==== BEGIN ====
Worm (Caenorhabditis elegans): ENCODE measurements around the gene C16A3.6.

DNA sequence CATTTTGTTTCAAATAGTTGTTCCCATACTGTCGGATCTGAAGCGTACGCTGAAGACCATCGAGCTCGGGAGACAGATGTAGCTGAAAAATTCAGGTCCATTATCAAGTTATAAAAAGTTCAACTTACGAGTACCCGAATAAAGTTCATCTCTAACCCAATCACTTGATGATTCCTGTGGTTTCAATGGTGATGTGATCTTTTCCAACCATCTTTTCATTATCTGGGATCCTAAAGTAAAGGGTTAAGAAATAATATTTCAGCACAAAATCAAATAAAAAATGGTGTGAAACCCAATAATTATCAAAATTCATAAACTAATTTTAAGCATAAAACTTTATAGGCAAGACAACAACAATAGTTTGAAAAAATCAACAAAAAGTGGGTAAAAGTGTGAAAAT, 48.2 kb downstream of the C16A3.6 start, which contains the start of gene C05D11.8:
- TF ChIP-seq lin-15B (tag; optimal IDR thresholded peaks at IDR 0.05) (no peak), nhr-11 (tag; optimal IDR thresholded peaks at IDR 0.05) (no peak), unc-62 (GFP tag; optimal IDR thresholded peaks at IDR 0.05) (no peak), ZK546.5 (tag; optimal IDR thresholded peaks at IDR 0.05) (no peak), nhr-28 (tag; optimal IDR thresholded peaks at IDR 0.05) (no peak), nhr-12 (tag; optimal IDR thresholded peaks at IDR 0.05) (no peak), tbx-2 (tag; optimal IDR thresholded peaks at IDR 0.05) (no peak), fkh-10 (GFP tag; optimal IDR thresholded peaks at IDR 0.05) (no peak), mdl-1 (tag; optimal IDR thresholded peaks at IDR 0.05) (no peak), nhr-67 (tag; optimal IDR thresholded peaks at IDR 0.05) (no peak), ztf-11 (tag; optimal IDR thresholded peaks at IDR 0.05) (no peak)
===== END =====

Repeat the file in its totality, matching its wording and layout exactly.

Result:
Worm (Caenorhabditis elegans): ENCODE measurements around the gene C16A3.6.

DNA sequence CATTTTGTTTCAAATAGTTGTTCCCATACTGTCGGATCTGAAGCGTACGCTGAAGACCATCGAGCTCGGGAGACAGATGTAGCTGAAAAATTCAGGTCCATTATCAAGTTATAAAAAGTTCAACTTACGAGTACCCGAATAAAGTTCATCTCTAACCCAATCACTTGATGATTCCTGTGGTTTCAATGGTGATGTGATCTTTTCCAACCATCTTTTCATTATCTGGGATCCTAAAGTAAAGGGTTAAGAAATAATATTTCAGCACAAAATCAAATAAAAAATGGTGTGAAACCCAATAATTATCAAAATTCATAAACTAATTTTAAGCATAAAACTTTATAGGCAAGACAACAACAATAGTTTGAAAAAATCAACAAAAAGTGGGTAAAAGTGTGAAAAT, 48.2 kb downstream of the C16A3.6 start, which contains the start of gene C05D11.8:
- TF ChIP-seq lin-15B (tag; optimal IDR thresholded peaks at IDR 0.05) (no peak), nhr-11 (tag; optimal IDR thresholded peaks at IDR 0.05) (no peak), unc-62 (GFP tag; optimal IDR thresholded peaks at IDR 0.05) (no peak), ZK546.5 (tag; optimal IDR thresholded peaks at IDR 0.05) (no peak), nhr-28 (tag; optimal IDR thresholded peaks at IDR 0.05) (no peak), nhr-12 (tag; optimal IDR thresholded peaks at IDR 0.05) (no peak), tbx-2 (tag; optimal IDR thresholded peaks at IDR 0.05) (no peak), fkh-10 (GFP tag; optimal IDR thresholded peaks at IDR 0.05) (no peak), mdl-1 (tag; optimal IDR thresholded peaks at IDR 0.05) (no peak), nhr-67 (tag; optimal IDR thresholded peaks at IDR 0.05) (no peak), ztf-11 (tag; optimal IDR thresholded peaks at IDR 0.05) (no peak)